Many businesses in the Middle East face a challenge when it comes to finding talented, home-grown leaders.
“Some people in the region say that there is a lack of talent,” says Dr. Annas Abedin, a McKinsey alumnus and former entrepreneur. “But this is a myth. We have the talent—we just need to get better at finding it and nurturing it.”
Typically, exceptional young people are sought out, recognized, nurtured, and launched on successful career paths through fellowships, awards programs, internships, and scholarships. Annas knows this from his own experience. He is originally from the Middle East but grew up in Germany and had opportunities to develop a career trajectory through fellowships and programs that didn’t exist for his peers and family members in the Middle East.
His answer: working with McKinsey to create a fellowship for Saudi university students that provides mentorship by senior executives, leadership training, and career opportunities. Called Qimam (meaning “the peak” or “tops”), the program’s first cohort of 50 fellows recently completed the program, giving it rave reviews.
Early on, to get the initiative off the ground, Abedin approached some of his former colleagues.
“The primary way we ‘give back’ in the Middle East is by developing talent through workshops and leadership programs, so this fit right in,” says Tom Isherwood, a partner based in McKinsey’s Dubai office who supports public-sector and education clients. “Qimam offered a way to broaden access to opportunities, to include those who may not come from the wealthiest families or the best schools. There’s tremendous talent here, but it’s not always where you expect it to be.”
Isherwood and Abedin soon signed up 13 top organizations, both Saudi and multinational, spanning industries from mining to telecommunications. To develop the selection criteria and offerings, they studied programs such as the Rhodes Scholarships and the Truman Scholarships. They also leaned on McKinsey’s experience in designing leadership and education programs around the world, such as the Youth Leadership Academy in Malaysia.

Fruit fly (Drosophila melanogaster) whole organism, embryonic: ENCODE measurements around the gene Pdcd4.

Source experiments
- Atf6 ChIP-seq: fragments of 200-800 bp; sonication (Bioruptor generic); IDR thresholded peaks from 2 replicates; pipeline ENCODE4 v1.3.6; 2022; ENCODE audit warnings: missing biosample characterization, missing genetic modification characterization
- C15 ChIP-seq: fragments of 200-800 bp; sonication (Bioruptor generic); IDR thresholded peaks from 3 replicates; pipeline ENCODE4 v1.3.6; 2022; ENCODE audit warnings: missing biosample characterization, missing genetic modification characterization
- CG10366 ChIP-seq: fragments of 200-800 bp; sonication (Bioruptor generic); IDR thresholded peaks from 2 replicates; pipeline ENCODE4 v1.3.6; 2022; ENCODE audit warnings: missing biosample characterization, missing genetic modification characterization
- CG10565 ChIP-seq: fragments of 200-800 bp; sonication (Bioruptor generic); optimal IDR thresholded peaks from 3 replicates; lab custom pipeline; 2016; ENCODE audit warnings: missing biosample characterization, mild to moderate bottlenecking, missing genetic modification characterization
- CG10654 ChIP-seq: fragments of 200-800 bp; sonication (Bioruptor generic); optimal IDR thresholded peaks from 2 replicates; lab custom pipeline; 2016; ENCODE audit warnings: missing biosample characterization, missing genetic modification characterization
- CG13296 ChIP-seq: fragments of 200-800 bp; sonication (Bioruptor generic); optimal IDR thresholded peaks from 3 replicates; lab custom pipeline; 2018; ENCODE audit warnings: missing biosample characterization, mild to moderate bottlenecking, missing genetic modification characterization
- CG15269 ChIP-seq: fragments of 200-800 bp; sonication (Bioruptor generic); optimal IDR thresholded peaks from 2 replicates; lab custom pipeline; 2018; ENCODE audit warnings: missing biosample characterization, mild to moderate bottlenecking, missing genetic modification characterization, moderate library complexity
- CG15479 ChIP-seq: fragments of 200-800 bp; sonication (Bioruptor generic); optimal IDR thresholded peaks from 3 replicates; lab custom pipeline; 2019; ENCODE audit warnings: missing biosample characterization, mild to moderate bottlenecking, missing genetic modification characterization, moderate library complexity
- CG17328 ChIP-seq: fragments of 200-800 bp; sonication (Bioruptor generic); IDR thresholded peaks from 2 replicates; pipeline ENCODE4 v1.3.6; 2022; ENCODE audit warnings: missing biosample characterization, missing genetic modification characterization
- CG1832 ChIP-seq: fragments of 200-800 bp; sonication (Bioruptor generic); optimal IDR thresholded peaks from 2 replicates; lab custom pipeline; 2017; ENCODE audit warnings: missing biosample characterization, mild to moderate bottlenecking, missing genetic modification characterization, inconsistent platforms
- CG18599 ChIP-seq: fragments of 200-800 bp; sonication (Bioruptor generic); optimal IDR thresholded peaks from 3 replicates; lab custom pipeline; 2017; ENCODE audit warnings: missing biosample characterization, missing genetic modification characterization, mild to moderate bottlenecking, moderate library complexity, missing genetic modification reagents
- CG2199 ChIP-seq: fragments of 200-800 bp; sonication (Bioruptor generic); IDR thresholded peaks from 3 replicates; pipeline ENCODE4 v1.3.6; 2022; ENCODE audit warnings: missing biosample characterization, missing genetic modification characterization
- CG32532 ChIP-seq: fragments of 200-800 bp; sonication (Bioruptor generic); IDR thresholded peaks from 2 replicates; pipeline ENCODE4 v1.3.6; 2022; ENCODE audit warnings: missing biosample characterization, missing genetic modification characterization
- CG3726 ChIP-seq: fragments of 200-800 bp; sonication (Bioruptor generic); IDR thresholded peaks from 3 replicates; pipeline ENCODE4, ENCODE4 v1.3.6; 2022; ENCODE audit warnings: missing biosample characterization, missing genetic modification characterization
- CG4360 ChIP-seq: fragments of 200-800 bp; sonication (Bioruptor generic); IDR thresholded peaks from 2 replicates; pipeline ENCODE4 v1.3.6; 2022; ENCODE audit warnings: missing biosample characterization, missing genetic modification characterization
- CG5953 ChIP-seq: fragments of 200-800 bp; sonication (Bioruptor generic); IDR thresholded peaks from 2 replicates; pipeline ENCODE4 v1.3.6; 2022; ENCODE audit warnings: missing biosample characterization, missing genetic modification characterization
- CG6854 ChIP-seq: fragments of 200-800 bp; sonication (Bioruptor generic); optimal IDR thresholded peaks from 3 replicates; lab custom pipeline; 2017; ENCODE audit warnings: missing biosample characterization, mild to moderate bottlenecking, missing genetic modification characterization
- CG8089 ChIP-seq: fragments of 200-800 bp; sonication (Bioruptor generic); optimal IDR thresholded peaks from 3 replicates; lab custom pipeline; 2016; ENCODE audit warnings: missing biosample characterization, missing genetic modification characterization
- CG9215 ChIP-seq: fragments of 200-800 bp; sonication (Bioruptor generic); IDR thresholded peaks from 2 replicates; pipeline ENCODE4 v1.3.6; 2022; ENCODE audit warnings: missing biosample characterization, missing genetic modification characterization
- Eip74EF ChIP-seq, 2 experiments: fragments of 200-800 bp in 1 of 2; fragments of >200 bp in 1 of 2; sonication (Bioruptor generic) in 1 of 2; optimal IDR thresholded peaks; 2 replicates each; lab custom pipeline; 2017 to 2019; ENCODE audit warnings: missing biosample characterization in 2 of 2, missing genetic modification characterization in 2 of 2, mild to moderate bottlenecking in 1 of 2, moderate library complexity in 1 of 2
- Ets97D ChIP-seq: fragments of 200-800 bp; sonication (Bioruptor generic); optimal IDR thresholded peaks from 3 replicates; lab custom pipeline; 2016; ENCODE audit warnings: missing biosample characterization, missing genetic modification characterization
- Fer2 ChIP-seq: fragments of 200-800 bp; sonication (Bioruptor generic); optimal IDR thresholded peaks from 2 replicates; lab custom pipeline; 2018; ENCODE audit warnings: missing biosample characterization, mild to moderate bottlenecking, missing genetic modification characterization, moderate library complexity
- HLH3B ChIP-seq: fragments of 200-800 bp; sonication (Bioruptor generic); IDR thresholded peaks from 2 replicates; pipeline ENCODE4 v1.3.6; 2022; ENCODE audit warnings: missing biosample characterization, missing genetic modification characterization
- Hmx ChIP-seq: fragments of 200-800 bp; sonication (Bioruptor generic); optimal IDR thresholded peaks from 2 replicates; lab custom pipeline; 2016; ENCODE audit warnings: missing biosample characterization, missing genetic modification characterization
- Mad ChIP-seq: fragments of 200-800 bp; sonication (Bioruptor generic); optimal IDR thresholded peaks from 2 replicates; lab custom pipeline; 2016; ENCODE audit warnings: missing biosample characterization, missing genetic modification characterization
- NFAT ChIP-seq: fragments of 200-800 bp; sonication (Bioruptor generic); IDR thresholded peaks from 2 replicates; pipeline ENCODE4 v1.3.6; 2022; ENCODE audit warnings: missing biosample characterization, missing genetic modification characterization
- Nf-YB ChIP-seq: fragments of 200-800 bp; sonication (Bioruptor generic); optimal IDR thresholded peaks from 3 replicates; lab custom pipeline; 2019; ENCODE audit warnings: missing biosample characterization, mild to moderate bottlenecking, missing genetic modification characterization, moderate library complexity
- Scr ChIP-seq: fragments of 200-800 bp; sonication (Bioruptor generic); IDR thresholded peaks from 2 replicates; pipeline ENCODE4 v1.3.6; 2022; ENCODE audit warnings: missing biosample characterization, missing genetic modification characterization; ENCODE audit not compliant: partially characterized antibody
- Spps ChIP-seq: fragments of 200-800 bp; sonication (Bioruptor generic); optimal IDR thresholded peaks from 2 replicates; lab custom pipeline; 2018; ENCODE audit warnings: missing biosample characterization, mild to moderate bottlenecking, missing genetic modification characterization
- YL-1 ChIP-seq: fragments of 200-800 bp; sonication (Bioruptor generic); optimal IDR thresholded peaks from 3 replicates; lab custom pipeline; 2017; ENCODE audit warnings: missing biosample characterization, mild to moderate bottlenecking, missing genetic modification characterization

Initially, Abedin worried whether the program would appeal to applicants given that it didn’t offer a monetary component, such as a grant or prize. He need not have: 13,000 applications arrived within five weeks from all parts of the kingdom.
More than 50 senior business leaders then interviewed 150 short-listed candidates, seeking individuals who not only had strong academic records but also showed initiative and social responsibility. The interviewers’ feedback was gratifying. “I’m so humbled; they’re so much better than I was at their age!” one executive confided to Abedin. “This makes me think differently about how I can raise my daughters and what opportunities they may have,” said another.
Isherwood interviewed one young woman from a small city in a remote area in the kingdom who was picked on in school because she was of mixed ethnic background and whose father didn’t live with the family. She supported herself through university and, on the side, programmed robots and performed fund-raising to enter robotics competitions. “I was amazed by her resilience and determination,” Isherwood says.
Over the course of 12 days, each Qimam fellow received personal career advice during one-on-one mentoring sessions with senior leaders in their fields and visited a variety of organizations on tours led by top executives. The group also attended leadership workshops and career training.
Computer science student Aisha Dabbagh, for example, learned to overcome her fear of public speaking. “I thought to myself, ‘You’re only here for a few days; you have to challenge yourself,’” she says. She spoke out—“I was shivering and nervous,” she said—and, after finishing Qimam, decided to join a Toastmasters International club to keep developing her presentation skills.
Importantly, the students had lots of opportunities to get to know one another, says Sumu AlKhudair, who is studying nanotechnology applications in solar energy and raises money for cancer and poverty. The fellows have established local groups and have had several meetings since the program ended. “We met as strangers and left as a tight-knit family,” says AlKhudair, who also received two internship offers from Qimam partners.
Next year, the organizers plan to refine the program, and expansion beyond Saudi Arabia is likely in the coming years. But the goal remains unchanged: find and nurture the next generation of leaders from all types of backgrounds—to shape a resilient future for the country.